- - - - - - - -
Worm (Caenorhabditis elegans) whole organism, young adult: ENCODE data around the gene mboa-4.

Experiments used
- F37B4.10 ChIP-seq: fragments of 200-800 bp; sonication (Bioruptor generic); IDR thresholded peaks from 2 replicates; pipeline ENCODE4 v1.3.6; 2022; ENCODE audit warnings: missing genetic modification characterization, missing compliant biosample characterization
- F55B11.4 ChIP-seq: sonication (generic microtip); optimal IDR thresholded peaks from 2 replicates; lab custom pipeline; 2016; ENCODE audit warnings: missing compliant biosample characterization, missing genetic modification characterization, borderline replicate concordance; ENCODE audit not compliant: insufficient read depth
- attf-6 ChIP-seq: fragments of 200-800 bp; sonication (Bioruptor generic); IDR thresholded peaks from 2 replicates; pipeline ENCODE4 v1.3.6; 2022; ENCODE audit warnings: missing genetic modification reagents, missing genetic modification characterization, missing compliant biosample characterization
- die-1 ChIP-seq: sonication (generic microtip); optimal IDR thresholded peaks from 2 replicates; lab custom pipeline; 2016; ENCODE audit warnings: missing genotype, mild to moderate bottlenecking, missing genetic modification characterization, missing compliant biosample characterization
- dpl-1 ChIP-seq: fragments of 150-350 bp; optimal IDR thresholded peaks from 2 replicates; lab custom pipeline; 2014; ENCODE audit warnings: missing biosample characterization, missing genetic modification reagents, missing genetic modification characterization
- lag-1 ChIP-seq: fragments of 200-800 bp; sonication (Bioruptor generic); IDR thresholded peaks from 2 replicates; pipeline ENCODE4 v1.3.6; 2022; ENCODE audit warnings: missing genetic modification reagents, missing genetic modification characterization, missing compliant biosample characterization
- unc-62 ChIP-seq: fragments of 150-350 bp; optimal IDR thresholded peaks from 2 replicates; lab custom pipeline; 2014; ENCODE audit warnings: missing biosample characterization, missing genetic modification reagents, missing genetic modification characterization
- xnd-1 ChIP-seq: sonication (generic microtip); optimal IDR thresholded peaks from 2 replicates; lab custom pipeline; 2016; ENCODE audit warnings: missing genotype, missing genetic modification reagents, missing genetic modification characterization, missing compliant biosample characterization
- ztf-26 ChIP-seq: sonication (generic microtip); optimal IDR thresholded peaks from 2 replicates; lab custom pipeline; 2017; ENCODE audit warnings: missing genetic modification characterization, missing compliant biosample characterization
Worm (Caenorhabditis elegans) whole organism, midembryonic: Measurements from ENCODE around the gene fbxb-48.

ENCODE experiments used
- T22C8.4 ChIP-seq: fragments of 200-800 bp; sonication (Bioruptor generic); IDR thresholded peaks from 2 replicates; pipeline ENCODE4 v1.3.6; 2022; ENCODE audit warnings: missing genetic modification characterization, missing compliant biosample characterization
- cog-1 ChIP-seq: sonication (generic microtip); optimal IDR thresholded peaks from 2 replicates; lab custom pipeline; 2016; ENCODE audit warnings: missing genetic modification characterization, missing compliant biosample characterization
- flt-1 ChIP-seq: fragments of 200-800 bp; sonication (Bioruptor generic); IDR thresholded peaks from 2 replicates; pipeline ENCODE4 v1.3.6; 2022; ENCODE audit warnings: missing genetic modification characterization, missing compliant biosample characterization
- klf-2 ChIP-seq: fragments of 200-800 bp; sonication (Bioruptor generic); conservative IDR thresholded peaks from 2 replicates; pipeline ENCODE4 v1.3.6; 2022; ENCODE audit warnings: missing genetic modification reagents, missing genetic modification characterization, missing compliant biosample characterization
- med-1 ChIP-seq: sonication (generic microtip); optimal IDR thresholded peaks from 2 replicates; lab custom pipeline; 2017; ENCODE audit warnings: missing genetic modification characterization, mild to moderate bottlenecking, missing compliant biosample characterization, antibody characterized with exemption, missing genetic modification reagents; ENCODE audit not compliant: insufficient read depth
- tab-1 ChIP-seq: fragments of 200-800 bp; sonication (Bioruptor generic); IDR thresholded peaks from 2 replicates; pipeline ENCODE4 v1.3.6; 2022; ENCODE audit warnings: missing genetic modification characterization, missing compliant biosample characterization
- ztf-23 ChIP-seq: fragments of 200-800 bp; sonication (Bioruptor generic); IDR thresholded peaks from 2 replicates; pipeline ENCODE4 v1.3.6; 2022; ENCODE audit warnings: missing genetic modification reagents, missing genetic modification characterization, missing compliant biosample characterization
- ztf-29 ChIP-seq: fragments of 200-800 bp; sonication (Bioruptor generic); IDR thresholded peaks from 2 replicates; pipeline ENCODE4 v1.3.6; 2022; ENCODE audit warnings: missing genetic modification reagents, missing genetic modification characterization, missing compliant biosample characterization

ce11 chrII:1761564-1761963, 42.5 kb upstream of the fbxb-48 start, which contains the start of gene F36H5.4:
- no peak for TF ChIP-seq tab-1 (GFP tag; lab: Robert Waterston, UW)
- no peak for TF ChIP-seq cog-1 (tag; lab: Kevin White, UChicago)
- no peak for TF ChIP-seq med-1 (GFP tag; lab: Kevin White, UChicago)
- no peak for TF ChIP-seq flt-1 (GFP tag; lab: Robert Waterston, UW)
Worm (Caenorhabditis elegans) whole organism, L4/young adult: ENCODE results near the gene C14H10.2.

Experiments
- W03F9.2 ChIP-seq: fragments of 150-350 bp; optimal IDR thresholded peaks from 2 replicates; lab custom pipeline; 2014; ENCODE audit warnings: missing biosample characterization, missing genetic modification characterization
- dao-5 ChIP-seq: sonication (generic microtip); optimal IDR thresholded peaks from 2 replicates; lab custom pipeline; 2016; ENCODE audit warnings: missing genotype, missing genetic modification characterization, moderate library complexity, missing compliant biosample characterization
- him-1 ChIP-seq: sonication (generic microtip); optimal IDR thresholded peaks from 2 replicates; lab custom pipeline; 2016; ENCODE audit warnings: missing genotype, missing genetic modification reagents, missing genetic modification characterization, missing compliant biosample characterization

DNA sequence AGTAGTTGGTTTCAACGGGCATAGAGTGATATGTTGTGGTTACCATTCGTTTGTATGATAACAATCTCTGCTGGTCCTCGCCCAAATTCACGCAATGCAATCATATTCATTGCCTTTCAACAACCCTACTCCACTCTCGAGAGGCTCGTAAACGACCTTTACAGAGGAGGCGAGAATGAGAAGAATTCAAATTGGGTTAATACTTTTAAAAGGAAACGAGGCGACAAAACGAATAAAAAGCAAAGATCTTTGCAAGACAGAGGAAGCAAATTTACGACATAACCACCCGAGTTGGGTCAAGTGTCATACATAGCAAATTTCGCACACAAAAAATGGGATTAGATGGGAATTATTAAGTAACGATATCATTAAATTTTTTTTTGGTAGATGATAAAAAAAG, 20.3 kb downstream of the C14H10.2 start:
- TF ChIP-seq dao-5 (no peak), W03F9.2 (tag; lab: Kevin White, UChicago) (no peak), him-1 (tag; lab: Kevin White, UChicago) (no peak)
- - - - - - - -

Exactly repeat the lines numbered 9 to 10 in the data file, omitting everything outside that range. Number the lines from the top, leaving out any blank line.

- unc-62 ChIP-seq: fragments of 150-350 bp; optimal IDR thresholded peaks from 2 replicates; lab custom pipeline; 2014; ENCODE audit warnings: missing biosample characterization, missing genetic modification reagents, missing genetic modification characterization
- xnd-1 ChIP-seq: sonication (generic microtip); optimal IDR thresholded peaks from 2 replicates; lab custom pipeline; 2016; ENCODE audit warnings: missing genotype, missing genetic modification reagents, missing genetic modification characterization, missing compliant biosample characterization